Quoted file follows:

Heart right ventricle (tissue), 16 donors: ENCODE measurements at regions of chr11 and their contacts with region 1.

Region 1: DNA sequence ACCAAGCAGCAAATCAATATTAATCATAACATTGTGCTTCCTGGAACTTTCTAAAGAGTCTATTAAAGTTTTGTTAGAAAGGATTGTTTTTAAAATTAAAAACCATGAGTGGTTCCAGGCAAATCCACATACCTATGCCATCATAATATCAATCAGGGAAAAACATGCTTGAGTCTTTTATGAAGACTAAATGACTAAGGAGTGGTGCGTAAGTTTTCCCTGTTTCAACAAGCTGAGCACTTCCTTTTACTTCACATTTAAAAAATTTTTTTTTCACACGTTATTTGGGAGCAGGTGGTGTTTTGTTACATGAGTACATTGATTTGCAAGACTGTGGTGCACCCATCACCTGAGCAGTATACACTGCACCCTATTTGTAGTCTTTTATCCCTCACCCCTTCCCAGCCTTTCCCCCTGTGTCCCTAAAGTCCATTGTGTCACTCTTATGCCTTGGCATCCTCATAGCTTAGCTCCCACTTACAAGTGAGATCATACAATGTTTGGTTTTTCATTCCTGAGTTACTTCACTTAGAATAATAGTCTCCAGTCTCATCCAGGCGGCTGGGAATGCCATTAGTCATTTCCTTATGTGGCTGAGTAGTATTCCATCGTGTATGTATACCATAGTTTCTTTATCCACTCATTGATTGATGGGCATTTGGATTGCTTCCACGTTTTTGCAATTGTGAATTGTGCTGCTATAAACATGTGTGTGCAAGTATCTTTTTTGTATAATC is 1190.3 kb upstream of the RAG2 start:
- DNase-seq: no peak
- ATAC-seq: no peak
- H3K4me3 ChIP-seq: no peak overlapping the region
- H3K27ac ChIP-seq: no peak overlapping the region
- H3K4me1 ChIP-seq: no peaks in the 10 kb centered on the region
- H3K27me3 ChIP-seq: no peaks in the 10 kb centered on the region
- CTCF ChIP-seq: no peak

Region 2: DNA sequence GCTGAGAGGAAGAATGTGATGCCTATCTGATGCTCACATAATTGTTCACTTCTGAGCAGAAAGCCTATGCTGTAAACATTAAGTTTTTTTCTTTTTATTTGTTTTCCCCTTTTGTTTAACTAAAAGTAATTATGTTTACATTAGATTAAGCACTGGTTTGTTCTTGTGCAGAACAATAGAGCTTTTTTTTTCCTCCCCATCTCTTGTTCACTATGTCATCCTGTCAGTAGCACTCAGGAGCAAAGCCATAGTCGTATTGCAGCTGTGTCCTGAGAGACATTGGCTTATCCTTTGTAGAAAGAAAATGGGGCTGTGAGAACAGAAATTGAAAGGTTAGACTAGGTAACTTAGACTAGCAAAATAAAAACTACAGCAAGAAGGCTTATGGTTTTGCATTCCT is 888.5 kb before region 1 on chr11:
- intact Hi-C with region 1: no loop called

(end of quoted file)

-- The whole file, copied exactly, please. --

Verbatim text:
Heart right ventricle (tissue), 16 donors: ENCODE measurements at regions of chr11 and their contacts with region 1.

Region 1: DNA sequence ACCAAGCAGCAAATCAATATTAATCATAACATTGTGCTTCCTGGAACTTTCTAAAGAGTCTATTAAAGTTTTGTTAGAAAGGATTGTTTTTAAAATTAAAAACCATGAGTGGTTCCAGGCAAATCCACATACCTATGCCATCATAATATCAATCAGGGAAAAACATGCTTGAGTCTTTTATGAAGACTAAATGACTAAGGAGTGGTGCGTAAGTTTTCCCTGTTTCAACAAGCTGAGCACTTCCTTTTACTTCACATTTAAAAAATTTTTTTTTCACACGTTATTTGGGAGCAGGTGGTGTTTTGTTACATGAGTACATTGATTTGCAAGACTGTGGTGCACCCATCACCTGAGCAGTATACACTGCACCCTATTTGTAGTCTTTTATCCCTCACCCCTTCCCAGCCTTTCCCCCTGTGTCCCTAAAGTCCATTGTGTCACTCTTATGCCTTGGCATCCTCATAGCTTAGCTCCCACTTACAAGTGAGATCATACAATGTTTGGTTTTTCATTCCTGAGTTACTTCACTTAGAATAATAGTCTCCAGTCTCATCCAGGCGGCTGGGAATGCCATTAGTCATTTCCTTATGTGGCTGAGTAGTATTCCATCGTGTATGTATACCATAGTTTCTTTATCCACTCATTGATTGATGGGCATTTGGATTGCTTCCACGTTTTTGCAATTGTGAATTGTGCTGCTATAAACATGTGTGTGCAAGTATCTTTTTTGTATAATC is 1190.3 kb upstream of the RAG2 start:
- DNase-seq: no peak
- ATAC-seq: no peak
- H3K4me3 ChIP-seq: no peak overlapping the region
- H3K27ac ChIP-seq: no peak overlapping the region
- H3K4me1 ChIP-seq: no peaks in the 10 kb centered on the region
- H3K27me3 ChIP-seq: no peaks in the 10 kb centered on the region
- CTCF ChIP-seq: no peak

Region 2: DNA sequence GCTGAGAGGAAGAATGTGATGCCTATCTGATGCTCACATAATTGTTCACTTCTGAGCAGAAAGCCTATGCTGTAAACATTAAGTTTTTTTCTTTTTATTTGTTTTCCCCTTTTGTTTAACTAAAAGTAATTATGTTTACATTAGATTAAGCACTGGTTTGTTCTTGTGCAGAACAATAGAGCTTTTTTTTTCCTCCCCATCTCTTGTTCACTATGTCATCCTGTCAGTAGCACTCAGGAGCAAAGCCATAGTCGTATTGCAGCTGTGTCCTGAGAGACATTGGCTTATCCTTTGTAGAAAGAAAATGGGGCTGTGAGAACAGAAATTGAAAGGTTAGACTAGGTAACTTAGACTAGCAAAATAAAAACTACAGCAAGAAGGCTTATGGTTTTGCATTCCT is 888.5 kb before region 1 on chr11:
- intact Hi-C with region 1: no loop called